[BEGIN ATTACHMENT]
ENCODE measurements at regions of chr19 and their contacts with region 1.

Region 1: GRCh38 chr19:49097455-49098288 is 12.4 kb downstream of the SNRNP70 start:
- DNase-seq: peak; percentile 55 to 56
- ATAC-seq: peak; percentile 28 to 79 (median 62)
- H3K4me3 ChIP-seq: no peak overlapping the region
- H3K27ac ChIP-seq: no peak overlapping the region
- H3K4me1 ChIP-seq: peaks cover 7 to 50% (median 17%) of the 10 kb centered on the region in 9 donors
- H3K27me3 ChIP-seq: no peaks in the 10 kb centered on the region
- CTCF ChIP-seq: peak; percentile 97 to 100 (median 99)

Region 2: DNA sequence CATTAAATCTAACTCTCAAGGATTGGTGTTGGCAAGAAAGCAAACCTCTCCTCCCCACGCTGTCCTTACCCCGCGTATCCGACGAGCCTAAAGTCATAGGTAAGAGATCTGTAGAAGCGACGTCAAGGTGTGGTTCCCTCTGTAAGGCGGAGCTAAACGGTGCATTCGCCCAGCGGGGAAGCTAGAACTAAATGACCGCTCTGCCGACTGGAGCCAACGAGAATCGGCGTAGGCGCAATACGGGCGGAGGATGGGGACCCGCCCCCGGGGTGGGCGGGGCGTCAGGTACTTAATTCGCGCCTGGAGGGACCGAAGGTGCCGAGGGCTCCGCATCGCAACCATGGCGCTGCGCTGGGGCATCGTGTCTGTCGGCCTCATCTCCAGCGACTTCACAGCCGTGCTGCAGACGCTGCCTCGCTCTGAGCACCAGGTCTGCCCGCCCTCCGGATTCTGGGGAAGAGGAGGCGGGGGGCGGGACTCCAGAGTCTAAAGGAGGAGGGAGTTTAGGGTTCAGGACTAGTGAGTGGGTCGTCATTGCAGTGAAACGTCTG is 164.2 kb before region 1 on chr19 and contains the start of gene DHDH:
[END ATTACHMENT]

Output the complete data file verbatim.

ENCODE measurements at regions of chr19 and their contacts with region 1.

Region 1: GRCh38 chr19:49097455-49098288 is 12.4 kb downstream of the SNRNP70 start:
- DNase-seq: peak; percentile 55 to 56
- ATAC-seq: peak; percentile 28 to 79 (median 62)
- H3K4me3 ChIP-seq: no peak overlapping the region
- H3K27ac ChIP-seq: no peak overlapping the region
- H3K4me1 ChIP-seq: peaks cover 7 to 50% (median 17%) of the 10 kb centered on the region in 9 donors
- H3K27me3 ChIP-seq: no peaks in the 10 kb centered on the region
- CTCF ChIP-seq: peak; percentile 97 to 100 (median 99)

Region 2: DNA sequence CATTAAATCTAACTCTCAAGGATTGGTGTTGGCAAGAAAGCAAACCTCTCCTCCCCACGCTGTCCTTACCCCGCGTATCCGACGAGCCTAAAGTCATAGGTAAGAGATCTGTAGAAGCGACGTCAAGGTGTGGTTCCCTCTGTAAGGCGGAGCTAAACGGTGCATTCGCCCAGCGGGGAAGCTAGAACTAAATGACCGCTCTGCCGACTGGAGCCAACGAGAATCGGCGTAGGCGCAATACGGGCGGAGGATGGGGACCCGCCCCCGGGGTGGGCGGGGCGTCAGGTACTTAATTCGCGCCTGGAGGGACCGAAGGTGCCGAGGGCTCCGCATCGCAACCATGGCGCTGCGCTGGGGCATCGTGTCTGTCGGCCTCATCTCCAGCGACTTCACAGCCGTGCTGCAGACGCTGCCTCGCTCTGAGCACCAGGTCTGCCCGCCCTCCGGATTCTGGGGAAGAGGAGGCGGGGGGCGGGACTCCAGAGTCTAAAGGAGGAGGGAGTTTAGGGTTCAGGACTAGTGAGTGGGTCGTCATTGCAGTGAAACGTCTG is 164.2 kb before region 1 on chr19 and contains the start of gene DHDH: